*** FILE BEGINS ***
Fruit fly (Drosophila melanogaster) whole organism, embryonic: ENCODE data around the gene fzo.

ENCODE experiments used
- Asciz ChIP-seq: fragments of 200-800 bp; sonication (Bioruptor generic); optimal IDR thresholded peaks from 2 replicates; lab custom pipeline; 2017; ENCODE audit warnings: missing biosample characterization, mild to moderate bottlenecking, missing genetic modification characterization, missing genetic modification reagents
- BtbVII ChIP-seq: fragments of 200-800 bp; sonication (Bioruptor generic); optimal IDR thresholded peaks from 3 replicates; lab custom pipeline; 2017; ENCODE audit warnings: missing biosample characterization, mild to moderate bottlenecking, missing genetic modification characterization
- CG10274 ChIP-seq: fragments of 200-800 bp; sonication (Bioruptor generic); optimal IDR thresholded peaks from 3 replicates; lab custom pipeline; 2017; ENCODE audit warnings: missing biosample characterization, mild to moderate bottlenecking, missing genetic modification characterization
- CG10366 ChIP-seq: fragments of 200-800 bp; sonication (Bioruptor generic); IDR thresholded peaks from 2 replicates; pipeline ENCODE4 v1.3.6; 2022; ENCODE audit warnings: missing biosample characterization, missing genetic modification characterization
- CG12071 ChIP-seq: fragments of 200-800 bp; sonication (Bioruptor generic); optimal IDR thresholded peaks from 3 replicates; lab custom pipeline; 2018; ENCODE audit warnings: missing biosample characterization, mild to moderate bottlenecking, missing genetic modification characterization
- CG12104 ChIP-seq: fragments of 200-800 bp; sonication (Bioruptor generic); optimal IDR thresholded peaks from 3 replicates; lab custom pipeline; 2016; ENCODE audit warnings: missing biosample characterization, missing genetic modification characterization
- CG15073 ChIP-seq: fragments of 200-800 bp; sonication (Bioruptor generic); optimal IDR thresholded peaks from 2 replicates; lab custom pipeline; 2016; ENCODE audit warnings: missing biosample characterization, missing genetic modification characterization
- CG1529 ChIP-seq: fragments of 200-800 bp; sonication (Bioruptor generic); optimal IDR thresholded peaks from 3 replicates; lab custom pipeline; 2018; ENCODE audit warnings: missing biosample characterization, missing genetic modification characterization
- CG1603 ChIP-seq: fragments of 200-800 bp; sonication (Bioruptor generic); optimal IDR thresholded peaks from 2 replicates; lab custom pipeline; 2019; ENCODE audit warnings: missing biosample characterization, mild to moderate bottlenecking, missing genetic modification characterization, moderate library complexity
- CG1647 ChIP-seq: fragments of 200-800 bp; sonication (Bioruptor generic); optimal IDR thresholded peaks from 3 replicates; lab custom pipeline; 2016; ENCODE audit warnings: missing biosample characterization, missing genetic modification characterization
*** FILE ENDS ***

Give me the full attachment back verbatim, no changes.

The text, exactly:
Fruit fly (Drosophila melanogaster) whole organism, embryonic: ENCODE data around the gene fzo.

ENCODE experiments used
- Asciz ChIP-seq: fragments of 200-800 bp; sonication (Bioruptor generic); optimal IDR thresholded peaks from 2 replicates; lab custom pipeline; 2017; ENCODE audit warnings: missing biosample characterization, mild to moderate bottlenecking, missing genetic modification characterization, missing genetic modification reagents
- BtbVII ChIP-seq: fragments of 200-800 bp; sonication (Bioruptor generic); optimal IDR thresholded peaks from 3 replicates; lab custom pipeline; 2017; ENCODE audit warnings: missing biosample characterization, mild to moderate bottlenecking, missing genetic modification characterization
- CG10274 ChIP-seq: fragments of 200-800 bp; sonication (Bioruptor generic); optimal IDR thresholded peaks from 3 replicates; lab custom pipeline; 2017; ENCODE audit warnings: missing biosample characterization, mild to moderate bottlenecking, missing genetic modification characterization
- CG10366 ChIP-seq: fragments of 200-800 bp; sonication (Bioruptor generic); IDR thresholded peaks from 2 replicates; pipeline ENCODE4 v1.3.6; 2022; ENCODE audit warnings: missing biosample characterization, missing genetic modification characterization
- CG12071 ChIP-seq: fragments of 200-800 bp; sonication (Bioruptor generic); optimal IDR thresholded peaks from 3 replicates; lab custom pipeline; 2018; ENCODE audit warnings: missing biosample characterization, mild to moderate bottlenecking, missing genetic modification characterization
- CG12104 ChIP-seq: fragments of 200-800 bp; sonication (Bioruptor generic); optimal IDR thresholded peaks from 3 replicates; lab custom pipeline; 2016; ENCODE audit warnings: missing biosample characterization, missing genetic modification characterization
- CG15073 ChIP-seq: fragments of 200-800 bp; sonication (Bioruptor generic); optimal IDR thresholded peaks from 2 replicates; lab custom pipeline; 2016; ENCODE audit warnings: missing biosample characterization, missing genetic modification characterization
- CG1529 ChIP-seq: fragments of 200-800 bp; sonication (Bioruptor generic); optimal IDR thresholded peaks from 3 replicates; lab custom pipeline; 2018; ENCODE audit warnings: missing biosample characterization, missing genetic modification characterization
- CG1603 ChIP-seq: fragments of 200-800 bp; sonication (Bioruptor generic); optimal IDR thresholded peaks from 2 replicates; lab custom pipeline; 2019; ENCODE audit warnings: missing biosample characterization, mild to moderate bottlenecking, missing genetic modification characterization, moderate library complexity
- CG1647 ChIP-seq: fragments of 200-800 bp; sonication (Bioruptor generic); optimal IDR thresholded peaks from 3 replicates; lab custom pipeline; 2016; ENCODE audit warnings: missing biosample characterization, missing genetic modification characterization